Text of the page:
While each data model has different needs in terms of insert and read rates, query rates and data set sizes, companies are getting tired of having to manage and maintain different databases. Next year will kick off an increased trend toward data platforms which offer "polyglot persistence" -- the ability to handle multiple data models within a single database. The need for multi-model databases will grow in 2016 as organizations look to use SQL relational data from existing applications and connected devices along-side JSON documents, graph data, geospatial and other forms of data generated in social media, customer interactions, and the many applications using text and voice recognition. These new databases will be highly flexible in handling numerous data formats, but won’t give up the crucial aspects of ACID compliance (atomicity, consistency, isolation and durability) where needed to ensure reliability.
Growth in applying machine learning
As different types of data are being created in overwhelming volumes, it is increasingly challenging for companies to mine and analyze all that data for valuable information and insights into their business. The first solution to this problem was employing specialist "data scientists" to introduce and implement machine learning technologies. But the number of experts in this field simply isn’t growing fast enough. In response, organizations are turning to machine learning tools that enable all of their employees to derive insights without needing to rely on specialists. Just as crucial as collecting data is the need to understand what lies in a company’s database and how it can be turned into valuable insights.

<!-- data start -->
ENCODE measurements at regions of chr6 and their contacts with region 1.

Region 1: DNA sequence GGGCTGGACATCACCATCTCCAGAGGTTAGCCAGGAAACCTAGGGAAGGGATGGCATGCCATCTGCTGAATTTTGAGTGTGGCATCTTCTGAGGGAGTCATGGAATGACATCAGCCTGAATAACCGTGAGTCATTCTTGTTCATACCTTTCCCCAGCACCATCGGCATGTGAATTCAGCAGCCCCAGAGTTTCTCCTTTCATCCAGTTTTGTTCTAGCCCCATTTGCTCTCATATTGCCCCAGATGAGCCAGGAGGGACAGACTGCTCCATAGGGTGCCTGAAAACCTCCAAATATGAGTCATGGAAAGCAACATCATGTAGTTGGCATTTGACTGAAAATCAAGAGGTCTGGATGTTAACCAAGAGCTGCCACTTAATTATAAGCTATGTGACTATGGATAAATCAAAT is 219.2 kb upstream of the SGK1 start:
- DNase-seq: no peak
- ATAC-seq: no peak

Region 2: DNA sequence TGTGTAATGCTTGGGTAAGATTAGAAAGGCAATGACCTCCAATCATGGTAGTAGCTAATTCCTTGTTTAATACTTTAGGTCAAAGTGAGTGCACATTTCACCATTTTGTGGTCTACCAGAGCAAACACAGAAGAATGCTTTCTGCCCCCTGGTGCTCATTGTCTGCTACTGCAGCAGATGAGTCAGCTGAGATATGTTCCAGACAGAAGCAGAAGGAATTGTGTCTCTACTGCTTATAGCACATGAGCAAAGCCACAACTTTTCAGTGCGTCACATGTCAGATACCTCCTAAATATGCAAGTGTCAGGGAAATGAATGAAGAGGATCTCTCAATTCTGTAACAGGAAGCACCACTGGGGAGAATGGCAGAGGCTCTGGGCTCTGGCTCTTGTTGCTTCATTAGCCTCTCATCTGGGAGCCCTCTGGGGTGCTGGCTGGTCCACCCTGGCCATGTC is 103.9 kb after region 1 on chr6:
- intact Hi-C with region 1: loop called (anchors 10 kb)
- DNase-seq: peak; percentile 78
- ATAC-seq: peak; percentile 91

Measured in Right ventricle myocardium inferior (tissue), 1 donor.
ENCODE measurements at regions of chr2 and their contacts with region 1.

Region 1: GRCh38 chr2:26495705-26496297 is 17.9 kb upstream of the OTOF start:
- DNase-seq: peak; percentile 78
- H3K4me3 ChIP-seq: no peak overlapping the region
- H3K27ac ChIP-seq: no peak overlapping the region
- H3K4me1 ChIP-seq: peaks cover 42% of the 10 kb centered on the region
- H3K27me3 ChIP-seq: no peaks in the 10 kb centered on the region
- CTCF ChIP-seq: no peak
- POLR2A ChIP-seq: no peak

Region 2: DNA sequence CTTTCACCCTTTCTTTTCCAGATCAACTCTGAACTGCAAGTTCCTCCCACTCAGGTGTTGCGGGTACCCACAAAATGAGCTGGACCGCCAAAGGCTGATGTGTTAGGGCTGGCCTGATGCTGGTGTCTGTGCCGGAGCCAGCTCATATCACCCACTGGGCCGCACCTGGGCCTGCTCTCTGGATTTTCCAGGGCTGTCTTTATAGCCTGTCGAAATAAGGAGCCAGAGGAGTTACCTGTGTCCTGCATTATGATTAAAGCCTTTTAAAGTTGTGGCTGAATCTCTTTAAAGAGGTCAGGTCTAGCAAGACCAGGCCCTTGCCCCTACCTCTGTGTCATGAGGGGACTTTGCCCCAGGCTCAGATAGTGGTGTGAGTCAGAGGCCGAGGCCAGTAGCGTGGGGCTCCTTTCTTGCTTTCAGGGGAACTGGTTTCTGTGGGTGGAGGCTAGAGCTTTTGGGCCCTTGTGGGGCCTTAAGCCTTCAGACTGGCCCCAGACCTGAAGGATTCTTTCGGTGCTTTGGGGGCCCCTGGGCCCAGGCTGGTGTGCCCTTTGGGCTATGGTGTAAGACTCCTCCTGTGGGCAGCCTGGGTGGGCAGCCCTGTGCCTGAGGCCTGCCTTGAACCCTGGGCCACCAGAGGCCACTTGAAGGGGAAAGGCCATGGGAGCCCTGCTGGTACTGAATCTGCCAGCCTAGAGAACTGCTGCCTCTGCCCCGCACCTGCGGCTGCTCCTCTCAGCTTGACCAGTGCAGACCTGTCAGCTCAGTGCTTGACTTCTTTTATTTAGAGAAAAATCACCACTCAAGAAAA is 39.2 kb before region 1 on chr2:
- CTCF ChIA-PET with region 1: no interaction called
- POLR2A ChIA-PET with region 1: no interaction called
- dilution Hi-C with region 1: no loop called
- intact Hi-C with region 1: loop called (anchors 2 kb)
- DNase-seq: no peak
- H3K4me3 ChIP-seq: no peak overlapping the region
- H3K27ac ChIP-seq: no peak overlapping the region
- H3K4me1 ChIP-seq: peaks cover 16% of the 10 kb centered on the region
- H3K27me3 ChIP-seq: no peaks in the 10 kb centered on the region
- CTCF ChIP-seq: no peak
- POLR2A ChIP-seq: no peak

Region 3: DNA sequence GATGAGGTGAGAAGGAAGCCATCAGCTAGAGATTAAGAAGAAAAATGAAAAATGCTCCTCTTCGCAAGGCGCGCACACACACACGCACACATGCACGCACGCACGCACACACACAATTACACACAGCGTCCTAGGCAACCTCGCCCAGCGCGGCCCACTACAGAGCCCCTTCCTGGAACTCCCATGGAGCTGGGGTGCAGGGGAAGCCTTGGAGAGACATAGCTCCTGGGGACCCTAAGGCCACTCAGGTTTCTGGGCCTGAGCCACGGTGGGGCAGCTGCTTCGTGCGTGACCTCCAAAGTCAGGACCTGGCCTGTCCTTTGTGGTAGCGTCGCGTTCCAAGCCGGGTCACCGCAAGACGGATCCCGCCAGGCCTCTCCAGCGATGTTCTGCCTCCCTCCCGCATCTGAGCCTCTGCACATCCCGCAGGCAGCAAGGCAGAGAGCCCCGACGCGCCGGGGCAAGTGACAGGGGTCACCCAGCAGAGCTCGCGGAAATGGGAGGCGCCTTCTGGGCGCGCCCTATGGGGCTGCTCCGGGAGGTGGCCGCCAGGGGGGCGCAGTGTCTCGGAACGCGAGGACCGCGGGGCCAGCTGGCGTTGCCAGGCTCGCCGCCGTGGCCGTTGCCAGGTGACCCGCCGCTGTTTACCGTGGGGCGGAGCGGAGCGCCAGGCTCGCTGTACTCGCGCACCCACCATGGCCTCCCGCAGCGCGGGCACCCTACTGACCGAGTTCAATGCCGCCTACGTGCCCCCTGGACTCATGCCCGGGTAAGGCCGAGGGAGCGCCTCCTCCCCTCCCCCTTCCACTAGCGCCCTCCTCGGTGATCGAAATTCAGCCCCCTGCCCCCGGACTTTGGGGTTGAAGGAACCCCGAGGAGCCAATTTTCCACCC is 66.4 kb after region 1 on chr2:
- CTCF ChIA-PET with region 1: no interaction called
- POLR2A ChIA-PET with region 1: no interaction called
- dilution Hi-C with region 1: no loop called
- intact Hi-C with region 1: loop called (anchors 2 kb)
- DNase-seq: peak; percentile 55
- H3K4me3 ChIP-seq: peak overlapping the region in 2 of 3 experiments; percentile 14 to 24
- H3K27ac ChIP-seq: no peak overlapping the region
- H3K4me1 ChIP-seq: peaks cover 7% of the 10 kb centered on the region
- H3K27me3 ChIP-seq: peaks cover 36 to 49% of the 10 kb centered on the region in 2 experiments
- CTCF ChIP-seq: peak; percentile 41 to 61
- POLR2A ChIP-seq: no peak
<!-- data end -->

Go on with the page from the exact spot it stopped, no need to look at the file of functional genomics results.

Recently the major public cloud vendors have introduced a variety of offerings to provide machine learning services. These include offers such as Azure ML Studio from Microsoft, the Google Prediction API, Amazon Machine Learning and IBM’s Watson Analytics. We can expect that 2016 will be a year when additional solutions appear and mature, and are recognized as a critical, possibly required, piece of enterprise IT operations.
The growth of machine learning will place new demands on databases which store and manage the data “fuel” for such applications. In 2016, look for a focus on database capabilities that facilitate real-time analytical processing of large data sets.
Staying on top of the data
The rise of all these technologies introduces greater challenges and complexities to managing the data in your enterprise. A CIO’s best bet for staying on top of this in 2016 will be the same strategy as in years past: defining a vision for how data can fuel business insights, laying down clear policies for who can access data and what it gets used for, all the while staying on top of new technologies and new threats targeting the integrity of a company’s data.
Roger Levy brings extensive international, engineering and business leadership experience to his role as VP, Products, at MariaDB. He has a proven track record of growing businesses, transforming organizations and fostering innovation in the areas of data networking, security, enterprise software, cloud computing and mobile communications solutions, resulting in on-time, high-quality and cost-effective products and services. Previous roles include VP and GM of HP Public Cloud at Hewlett-Packard, SVP of Products at Engine Yard, as well as founding R.P. Levy Consulting LLC.